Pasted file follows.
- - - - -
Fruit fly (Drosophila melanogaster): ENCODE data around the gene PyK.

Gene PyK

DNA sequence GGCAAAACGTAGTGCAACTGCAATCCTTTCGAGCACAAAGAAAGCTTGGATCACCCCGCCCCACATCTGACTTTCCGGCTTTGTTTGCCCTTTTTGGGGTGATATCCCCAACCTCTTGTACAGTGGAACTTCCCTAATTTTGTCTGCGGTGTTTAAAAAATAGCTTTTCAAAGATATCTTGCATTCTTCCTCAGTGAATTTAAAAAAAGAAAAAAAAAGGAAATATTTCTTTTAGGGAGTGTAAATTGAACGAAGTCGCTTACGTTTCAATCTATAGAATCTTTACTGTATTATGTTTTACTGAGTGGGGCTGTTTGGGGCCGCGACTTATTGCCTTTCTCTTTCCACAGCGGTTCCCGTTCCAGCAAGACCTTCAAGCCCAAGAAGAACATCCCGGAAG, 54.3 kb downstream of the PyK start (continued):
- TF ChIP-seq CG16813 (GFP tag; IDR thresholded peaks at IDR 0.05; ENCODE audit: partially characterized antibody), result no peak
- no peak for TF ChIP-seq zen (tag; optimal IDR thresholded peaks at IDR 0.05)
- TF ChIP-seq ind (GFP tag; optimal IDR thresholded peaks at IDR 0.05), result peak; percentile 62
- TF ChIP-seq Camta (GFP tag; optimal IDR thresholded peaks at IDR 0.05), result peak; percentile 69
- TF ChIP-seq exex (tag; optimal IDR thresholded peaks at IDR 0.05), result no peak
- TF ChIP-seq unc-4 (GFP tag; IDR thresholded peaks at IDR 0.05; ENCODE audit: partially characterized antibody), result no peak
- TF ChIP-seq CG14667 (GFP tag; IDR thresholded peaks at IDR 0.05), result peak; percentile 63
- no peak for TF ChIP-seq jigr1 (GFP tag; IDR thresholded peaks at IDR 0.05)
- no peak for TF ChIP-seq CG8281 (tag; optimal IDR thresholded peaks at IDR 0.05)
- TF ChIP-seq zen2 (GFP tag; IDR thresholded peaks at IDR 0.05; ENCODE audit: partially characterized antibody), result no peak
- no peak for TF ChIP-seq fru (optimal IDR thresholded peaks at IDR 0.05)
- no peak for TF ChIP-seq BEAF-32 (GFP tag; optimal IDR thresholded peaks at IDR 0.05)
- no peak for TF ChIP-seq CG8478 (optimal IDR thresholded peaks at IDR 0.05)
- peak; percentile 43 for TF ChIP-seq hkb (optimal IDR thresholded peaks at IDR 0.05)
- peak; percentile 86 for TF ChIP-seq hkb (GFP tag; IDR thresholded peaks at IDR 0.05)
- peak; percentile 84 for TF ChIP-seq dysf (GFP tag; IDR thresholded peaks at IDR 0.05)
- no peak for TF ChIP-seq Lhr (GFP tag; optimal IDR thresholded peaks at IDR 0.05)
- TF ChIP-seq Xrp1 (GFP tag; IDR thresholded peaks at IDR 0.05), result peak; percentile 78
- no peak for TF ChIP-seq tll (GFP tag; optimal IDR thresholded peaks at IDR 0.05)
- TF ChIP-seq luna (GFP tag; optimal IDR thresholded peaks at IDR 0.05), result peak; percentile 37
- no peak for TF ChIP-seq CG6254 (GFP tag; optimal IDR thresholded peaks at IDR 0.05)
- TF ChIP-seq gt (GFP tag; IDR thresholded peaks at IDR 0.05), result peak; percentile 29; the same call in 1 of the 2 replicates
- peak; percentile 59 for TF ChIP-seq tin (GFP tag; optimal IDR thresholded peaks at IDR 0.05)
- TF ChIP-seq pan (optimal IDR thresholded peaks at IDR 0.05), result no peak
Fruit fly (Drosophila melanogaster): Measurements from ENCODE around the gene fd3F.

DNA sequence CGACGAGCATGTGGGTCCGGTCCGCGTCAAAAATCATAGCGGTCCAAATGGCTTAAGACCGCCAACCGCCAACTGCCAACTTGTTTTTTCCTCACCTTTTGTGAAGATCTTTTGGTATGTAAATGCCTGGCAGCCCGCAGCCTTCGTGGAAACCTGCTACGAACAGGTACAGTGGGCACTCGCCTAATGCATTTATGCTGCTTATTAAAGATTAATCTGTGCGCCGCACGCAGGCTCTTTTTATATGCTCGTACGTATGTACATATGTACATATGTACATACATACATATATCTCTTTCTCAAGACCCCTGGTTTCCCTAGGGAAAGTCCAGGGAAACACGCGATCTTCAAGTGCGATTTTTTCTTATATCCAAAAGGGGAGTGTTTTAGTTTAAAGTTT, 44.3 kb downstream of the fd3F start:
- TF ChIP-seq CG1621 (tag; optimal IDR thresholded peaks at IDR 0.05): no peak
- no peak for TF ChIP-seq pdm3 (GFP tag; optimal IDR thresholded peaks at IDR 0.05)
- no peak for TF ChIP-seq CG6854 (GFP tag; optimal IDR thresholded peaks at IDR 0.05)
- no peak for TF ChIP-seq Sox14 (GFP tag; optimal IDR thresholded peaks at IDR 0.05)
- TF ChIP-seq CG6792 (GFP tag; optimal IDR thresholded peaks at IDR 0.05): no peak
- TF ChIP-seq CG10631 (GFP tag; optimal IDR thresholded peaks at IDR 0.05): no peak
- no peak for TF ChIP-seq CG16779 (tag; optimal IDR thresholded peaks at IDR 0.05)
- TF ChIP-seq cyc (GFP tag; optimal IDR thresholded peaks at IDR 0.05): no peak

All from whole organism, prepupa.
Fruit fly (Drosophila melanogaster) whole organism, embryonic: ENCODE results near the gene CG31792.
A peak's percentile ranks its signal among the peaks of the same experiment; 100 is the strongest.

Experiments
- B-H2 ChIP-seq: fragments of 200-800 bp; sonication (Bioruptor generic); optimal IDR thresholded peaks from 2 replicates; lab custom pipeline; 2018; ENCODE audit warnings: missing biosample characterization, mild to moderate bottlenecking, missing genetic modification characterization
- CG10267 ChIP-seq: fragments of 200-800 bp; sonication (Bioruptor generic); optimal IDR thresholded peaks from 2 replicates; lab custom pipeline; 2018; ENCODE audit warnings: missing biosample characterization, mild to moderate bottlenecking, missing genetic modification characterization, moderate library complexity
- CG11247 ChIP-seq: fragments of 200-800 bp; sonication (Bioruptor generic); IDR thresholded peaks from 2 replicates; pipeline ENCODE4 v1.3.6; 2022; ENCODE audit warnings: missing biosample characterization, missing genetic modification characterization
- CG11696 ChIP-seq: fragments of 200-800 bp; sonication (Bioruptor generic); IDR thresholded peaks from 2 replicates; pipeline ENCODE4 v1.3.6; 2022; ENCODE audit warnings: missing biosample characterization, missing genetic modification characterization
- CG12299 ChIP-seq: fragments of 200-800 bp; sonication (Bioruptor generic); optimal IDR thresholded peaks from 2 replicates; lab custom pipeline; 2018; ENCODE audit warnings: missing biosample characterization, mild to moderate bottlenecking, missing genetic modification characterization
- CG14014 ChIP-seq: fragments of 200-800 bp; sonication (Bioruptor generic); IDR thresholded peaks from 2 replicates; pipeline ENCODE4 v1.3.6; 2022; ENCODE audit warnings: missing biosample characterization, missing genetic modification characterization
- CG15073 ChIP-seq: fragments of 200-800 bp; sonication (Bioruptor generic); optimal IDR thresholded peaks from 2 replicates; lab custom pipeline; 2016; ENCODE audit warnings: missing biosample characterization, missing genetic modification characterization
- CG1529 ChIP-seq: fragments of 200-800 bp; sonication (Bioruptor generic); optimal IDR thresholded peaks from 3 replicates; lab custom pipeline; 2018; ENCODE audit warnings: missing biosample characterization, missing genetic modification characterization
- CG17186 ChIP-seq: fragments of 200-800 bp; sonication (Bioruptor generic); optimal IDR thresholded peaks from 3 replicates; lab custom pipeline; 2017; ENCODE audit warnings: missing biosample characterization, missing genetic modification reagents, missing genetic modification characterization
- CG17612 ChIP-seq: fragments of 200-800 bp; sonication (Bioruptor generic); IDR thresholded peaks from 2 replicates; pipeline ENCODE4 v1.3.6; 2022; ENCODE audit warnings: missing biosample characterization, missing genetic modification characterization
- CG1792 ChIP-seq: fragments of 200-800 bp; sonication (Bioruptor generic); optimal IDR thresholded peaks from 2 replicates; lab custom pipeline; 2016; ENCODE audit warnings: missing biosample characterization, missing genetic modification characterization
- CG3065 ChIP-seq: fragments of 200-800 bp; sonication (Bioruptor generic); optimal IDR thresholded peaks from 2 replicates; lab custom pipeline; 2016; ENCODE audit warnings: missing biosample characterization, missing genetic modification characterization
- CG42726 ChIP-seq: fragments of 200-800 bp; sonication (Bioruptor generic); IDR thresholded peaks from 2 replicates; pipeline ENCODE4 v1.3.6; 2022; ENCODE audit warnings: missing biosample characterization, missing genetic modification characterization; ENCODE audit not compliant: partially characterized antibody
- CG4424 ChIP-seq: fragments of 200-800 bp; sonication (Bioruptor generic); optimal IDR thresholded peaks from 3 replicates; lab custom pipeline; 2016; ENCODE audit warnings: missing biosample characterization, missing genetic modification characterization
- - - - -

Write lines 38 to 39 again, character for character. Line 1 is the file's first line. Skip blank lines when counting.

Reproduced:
All from whole organism, prepupa.
Fruit fly (Drosophila melanogaster) whole organism, embryonic: ENCODE results near the gene CG31792.